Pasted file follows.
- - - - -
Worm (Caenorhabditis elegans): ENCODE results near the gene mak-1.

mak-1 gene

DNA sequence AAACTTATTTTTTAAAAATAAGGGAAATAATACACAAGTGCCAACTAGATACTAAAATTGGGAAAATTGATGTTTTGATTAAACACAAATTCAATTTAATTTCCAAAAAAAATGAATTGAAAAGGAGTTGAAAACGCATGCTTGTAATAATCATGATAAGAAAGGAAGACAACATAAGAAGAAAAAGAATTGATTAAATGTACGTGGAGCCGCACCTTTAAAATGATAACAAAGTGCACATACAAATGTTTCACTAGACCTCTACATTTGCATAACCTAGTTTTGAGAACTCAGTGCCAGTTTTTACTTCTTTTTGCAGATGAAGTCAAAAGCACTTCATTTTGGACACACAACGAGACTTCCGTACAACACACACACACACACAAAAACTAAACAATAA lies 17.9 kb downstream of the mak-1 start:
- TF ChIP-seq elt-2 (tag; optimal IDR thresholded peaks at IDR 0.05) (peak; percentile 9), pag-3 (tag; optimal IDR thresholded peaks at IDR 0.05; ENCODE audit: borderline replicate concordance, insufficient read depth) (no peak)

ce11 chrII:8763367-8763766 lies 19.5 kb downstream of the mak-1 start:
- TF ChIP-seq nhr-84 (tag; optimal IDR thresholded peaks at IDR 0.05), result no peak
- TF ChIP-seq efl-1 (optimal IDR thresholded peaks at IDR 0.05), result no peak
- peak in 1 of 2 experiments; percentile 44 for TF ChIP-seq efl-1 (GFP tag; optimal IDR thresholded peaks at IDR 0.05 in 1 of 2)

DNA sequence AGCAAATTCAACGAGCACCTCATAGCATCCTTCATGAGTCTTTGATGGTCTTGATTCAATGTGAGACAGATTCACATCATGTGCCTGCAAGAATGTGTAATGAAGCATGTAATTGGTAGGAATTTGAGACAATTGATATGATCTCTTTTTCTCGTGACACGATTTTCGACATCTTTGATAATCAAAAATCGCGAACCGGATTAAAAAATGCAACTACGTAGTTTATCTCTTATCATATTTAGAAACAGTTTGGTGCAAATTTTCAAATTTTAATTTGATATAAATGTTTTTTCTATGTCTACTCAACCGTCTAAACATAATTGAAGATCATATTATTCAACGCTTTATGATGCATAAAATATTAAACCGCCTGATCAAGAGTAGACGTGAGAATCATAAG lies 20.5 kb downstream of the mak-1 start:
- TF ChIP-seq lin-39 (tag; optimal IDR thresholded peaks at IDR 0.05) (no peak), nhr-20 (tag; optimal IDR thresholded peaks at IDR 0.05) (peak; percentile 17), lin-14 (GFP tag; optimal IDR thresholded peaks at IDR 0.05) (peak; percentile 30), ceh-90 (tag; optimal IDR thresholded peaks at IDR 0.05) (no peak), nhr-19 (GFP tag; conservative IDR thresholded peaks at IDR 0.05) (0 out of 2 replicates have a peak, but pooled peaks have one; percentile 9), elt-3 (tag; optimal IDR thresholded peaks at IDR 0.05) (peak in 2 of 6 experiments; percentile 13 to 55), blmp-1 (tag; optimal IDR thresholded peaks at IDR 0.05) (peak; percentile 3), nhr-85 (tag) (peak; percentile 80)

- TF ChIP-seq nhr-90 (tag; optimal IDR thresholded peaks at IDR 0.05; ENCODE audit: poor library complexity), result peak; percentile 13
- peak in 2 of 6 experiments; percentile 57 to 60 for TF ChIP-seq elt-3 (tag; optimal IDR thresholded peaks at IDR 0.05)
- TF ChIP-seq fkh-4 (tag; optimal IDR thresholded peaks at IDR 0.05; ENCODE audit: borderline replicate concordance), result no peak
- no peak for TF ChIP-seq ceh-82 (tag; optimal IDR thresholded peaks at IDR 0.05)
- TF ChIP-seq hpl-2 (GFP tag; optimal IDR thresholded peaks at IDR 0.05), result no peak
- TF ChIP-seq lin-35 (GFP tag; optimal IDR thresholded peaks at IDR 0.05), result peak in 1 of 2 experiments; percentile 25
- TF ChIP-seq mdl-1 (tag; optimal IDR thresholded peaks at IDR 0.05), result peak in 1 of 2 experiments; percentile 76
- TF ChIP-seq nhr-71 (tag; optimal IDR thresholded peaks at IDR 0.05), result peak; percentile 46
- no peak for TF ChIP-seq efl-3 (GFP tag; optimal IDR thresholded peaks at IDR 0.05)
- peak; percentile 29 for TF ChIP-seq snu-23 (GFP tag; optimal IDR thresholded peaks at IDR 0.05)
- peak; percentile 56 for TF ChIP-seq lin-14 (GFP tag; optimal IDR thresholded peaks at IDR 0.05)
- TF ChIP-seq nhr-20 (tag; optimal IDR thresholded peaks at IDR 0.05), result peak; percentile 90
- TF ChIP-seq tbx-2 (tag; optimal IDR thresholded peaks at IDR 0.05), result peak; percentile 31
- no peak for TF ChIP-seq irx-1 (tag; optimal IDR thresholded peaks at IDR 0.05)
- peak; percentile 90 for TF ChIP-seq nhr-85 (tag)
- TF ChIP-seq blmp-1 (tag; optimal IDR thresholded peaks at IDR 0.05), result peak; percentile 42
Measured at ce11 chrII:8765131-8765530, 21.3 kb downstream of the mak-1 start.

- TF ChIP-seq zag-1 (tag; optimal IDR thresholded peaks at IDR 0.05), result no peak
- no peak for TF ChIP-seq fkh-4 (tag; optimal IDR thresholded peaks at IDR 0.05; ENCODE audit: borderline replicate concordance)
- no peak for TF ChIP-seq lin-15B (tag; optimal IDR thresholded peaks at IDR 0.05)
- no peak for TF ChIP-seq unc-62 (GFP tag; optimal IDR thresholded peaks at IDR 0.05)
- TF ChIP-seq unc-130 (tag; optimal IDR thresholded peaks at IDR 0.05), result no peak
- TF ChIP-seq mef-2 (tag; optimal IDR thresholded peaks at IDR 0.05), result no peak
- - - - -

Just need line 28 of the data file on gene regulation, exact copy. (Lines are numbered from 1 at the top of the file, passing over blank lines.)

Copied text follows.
- TF ChIP-seq zag-1 (tag; optimal IDR thresholded peaks at IDR 0.05), result no peak